“Beware of claims being made on the Internet, in newspapers and in magazines announcing cures for macular degeneration. Investigate the claims thoroughly and talk with your ophthalmologist before undergoing any treatments,” adds Dr. Katz. “Most of these treatments have not been proven safe or effective and may be very costly.”
Vision loss does not have to mean loss of independence or quality of life. If you have low vision, ask your ophthalmologist about low-vision rehabilitation. He or she can provide low-vision services or refer you to an optometrist who specializes in low-vision treatments.
Early detection and treatment is the best defense against losing your vision. If you are at risk for macular degeneration, see your ophthalmologist for a complete eye exam at least every one to two years.
What is Wet AMD?
Wet AMD occurs when abnormal blood vessels behind the retina start to grow under the macula. These new blood vessels tend to be very fragile and often leak blood and fluid. The blood and fluid raise the macula from its normal place at the back of the eye. Damage to the macula occurs rapidly.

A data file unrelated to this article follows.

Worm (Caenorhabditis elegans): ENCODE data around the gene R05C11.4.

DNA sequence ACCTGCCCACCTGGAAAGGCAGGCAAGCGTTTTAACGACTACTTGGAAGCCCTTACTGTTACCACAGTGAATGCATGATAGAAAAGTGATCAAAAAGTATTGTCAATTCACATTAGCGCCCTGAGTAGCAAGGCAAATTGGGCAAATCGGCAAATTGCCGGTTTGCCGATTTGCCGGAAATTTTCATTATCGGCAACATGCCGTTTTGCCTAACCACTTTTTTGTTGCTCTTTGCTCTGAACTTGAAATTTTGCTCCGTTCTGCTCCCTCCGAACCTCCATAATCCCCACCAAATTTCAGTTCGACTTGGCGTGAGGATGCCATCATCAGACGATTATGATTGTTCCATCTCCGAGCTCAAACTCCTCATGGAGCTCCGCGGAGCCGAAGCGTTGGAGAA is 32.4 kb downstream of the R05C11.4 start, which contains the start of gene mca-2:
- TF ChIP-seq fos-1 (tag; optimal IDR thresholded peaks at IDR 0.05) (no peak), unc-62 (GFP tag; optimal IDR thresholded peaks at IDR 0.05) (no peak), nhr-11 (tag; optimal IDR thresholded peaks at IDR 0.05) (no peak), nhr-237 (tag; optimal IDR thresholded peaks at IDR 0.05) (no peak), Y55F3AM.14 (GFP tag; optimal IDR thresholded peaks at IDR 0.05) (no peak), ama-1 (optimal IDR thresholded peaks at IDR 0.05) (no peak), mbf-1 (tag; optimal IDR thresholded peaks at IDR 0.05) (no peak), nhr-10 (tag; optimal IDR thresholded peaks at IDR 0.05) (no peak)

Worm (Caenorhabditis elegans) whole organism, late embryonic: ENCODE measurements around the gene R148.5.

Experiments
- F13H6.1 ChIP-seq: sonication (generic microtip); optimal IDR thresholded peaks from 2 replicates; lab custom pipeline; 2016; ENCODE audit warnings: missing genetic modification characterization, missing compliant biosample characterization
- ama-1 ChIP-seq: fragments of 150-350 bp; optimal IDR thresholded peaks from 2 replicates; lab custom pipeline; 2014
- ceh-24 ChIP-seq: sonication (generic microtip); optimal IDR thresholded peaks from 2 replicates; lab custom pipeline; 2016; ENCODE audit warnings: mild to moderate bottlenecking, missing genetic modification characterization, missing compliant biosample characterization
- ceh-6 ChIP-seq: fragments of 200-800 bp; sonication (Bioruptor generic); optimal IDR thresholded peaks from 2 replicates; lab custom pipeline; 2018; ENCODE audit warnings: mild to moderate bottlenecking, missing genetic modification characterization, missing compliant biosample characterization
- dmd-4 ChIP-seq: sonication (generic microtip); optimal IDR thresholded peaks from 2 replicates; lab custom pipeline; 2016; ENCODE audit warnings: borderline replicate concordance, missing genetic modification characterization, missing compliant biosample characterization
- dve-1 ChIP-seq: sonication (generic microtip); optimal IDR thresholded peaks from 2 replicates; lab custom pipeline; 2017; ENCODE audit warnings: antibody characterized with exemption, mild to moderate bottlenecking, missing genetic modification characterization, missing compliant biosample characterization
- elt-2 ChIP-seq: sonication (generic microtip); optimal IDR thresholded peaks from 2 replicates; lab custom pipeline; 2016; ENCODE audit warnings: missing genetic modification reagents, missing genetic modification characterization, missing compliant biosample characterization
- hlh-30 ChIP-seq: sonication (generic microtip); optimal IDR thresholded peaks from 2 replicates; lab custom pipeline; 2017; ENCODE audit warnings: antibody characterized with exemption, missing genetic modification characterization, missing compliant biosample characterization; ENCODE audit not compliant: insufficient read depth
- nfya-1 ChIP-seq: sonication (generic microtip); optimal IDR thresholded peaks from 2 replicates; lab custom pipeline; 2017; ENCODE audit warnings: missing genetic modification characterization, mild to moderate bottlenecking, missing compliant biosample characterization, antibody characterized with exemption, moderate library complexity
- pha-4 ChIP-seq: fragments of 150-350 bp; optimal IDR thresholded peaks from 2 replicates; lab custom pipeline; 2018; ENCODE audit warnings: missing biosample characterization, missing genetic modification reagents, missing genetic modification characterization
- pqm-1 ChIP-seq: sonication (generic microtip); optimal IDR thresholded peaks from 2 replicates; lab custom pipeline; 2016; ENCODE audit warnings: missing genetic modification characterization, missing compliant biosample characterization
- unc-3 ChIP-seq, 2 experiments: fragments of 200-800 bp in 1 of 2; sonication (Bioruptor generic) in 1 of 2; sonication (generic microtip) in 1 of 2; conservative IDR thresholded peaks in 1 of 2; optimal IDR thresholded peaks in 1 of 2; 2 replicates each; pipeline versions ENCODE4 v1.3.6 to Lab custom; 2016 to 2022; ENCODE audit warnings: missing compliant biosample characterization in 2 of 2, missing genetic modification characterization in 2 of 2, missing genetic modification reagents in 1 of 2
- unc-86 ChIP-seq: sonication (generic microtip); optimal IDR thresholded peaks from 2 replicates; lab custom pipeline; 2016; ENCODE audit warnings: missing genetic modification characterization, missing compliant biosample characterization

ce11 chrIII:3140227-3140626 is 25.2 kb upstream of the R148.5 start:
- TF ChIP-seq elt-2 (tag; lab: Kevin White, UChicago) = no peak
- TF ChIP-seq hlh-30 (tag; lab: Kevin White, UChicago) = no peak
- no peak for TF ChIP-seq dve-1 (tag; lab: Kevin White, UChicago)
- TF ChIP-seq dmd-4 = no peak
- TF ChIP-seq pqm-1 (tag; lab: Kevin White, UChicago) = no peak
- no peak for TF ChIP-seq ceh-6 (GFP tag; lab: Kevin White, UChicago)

With wet AMD, loss of central vision can occur quickly. Wet AMD is also known as advanced AMD. It does not have stages like dry AMD.
An early symptom of wet AMD is that straight lines appear wavy. If you notice this condition or other changes to your vision, contact your eye-care professional at once. You need a comprehensive dilated eye exam.
What is Dry AMD?
Dry AMD occurs when the light-sensitive cells in the macula slowly break down, gradually blurring central vision in the affected eye. As dry AMD gets worse, you may see a blurred spot in the center of your vision. Over time, as less of the macula functions, central vision is gradually lost in the affected eye.
The most common symptom of dry AMD is slightly blurred vision. You may have difficulty recognizing faces. You may need more light for reading and other tasks. Dry AMD generally affects both eyes, but vision can be lost in one eye while the other eye seems unaffected.
One of the most common early signs of dry AMD is drusen.
What are Drusen?
Drusen are yellow deposits under the retina. They often are found in people over age 60. Your eye care professional can detect drusen during a comprehensive dilated eye exam.
Drusen alone do not usually cause vision loss. In fact, scientists are unclear about the connection between drusen and AMD. They do know that an increase in the size or number of drusen raises a person’s risk of developing either advanced dry AMD or wet AMD. These changes can cause serious vision loss.